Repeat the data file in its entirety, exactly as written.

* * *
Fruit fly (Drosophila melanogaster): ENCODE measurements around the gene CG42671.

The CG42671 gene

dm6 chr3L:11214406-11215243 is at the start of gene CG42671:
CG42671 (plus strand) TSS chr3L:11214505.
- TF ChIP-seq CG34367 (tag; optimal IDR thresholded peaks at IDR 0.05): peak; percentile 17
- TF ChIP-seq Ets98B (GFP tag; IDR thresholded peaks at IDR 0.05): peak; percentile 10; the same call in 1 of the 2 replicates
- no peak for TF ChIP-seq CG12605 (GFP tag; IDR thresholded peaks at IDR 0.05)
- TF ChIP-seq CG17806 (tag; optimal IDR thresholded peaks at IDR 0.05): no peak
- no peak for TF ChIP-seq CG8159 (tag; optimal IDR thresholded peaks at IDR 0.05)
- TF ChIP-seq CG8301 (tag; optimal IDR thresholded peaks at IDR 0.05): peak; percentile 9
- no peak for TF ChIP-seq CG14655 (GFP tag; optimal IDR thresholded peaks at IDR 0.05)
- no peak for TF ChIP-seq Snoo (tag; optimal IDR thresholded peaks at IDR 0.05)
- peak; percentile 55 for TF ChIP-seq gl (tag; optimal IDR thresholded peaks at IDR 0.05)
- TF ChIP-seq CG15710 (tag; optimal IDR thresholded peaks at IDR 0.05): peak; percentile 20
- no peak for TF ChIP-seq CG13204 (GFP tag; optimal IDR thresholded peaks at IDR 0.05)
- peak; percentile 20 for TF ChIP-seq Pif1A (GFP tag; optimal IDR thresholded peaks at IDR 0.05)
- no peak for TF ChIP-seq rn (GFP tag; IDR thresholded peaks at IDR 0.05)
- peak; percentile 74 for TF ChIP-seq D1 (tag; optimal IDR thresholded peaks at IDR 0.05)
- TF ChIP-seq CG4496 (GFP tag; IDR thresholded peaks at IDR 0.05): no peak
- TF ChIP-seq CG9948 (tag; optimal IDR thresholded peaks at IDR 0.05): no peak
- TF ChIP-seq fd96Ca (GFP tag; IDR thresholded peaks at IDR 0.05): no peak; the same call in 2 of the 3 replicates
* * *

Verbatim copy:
Fruit fly (Drosophila melanogaster): ENCODE measurements around the gene CG42671.

The CG42671 gene

dm6 chr3L:11214406-11215243 is at the start of gene CG42671:
CG42671 (plus strand) TSS chr3L:11214505.
- TF ChIP-seq CG34367 (tag; optimal IDR thresholded peaks at IDR 0.05): peak; percentile 17
- TF ChIP-seq Ets98B (GFP tag; IDR thresholded peaks at IDR 0.05): peak; percentile 10; the same call in 1 of the 2 replicates
- no peak for TF ChIP-seq CG12605 (GFP tag; IDR thresholded peaks at IDR 0.05)
- TF ChIP-seq CG17806 (tag; optimal IDR thresholded peaks at IDR 0.05): no peak
- no peak for TF ChIP-seq CG8159 (tag; optimal IDR thresholded peaks at IDR 0.05)
- TF ChIP-seq CG8301 (tag; optimal IDR thresholded peaks at IDR 0.05): peak; percentile 9
- no peak for TF ChIP-seq CG14655 (GFP tag; optimal IDR thresholded peaks at IDR 0.05)
- no peak for TF ChIP-seq Snoo (tag; optimal IDR thresholded peaks at IDR 0.05)
- peak; percentile 55 for TF ChIP-seq gl (tag; optimal IDR thresholded peaks at IDR 0.05)
- TF ChIP-seq CG15710 (tag; optimal IDR thresholded peaks at IDR 0.05): peak; percentile 20
- no peak for TF ChIP-seq CG13204 (GFP tag; optimal IDR thresholded peaks at IDR 0.05)
- peak; percentile 20 for TF ChIP-seq Pif1A (GFP tag; optimal IDR thresholded peaks at IDR 0.05)
- no peak for TF ChIP-seq rn (GFP tag; IDR thresholded peaks at IDR 0.05)
- peak; percentile 74 for TF ChIP-seq D1 (tag; optimal IDR thresholded peaks at IDR 0.05)
- TF ChIP-seq CG4496 (GFP tag; IDR thresholded peaks at IDR 0.05): no peak
- TF ChIP-seq CG9948 (tag; optimal IDR thresholded peaks at IDR 0.05): no peak
- TF ChIP-seq fd96Ca (GFP tag; IDR thresholded peaks at IDR 0.05): no peak; the same call in 2 of the 3 replicates